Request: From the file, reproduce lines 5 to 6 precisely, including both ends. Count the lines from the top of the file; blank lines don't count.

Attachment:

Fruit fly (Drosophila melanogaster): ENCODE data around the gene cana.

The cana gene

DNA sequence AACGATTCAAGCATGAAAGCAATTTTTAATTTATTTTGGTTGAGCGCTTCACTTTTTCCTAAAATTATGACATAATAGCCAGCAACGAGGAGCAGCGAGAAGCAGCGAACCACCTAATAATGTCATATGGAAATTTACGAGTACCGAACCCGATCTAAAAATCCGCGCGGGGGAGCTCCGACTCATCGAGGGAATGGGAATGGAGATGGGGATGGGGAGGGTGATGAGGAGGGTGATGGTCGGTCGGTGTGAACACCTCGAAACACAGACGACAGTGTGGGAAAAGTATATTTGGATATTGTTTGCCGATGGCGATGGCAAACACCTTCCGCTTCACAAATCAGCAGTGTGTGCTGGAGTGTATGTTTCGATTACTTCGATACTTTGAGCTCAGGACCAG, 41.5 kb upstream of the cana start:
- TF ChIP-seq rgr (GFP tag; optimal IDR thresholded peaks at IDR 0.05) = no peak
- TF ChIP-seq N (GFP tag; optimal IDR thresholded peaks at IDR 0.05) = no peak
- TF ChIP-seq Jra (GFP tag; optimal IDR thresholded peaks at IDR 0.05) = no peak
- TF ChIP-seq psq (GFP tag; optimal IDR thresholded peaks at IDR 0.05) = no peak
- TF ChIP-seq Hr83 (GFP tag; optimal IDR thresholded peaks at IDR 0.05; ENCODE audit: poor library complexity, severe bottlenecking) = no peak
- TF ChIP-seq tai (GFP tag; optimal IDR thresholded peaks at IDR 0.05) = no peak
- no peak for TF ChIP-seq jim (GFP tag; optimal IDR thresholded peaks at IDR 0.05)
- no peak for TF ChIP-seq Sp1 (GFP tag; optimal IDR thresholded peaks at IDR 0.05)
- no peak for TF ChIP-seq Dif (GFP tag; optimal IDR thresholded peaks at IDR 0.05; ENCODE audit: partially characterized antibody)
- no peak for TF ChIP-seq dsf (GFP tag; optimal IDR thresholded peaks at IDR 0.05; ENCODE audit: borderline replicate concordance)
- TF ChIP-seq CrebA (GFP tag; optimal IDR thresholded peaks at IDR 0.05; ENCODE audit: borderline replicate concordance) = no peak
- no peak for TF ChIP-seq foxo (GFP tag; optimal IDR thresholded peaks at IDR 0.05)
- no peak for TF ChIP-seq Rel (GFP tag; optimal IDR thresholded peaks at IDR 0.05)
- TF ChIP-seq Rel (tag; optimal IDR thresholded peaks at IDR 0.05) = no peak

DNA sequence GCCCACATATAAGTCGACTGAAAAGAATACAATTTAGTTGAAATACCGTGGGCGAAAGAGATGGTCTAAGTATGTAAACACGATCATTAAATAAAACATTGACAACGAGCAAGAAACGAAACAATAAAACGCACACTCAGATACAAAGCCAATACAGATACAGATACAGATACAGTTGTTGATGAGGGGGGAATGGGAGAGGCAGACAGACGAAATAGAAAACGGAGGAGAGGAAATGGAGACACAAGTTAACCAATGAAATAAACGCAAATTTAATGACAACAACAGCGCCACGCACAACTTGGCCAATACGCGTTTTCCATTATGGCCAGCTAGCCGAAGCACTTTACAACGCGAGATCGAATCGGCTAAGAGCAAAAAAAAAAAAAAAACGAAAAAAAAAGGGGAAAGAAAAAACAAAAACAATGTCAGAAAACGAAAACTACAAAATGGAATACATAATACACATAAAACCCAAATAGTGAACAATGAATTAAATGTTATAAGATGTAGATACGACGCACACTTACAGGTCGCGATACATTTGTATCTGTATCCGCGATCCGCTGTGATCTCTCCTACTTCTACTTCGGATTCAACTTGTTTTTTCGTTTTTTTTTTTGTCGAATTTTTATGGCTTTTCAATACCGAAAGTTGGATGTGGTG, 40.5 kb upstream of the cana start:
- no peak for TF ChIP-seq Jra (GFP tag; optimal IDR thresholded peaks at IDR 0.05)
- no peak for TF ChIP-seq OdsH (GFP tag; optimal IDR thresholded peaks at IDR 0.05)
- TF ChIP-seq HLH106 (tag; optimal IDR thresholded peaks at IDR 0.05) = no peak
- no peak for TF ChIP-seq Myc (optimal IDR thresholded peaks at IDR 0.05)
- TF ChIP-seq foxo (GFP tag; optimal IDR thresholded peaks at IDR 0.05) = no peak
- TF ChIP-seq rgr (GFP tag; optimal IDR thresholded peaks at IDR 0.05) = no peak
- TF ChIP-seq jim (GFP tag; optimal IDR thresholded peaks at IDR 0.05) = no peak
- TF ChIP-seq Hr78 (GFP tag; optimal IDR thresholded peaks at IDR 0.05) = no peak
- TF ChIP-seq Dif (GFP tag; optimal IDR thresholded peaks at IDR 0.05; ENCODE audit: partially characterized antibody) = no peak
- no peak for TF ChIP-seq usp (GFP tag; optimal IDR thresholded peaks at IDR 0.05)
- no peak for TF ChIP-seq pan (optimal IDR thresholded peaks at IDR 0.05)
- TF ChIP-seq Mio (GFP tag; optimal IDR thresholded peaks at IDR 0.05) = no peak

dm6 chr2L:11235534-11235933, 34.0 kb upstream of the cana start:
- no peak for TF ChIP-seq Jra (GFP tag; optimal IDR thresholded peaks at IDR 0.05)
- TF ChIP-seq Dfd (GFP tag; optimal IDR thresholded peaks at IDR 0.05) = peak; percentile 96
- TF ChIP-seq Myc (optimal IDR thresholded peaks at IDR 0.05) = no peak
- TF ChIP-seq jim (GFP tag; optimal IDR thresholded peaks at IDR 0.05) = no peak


- TF ChIP-seq N (GFP tag; optimal IDR thresholded peaks at IDR 0.05) = no peak
- TF ChIP-seq Jra (GFP tag; optimal IDR thresholded peaks at IDR 0.05) = no peak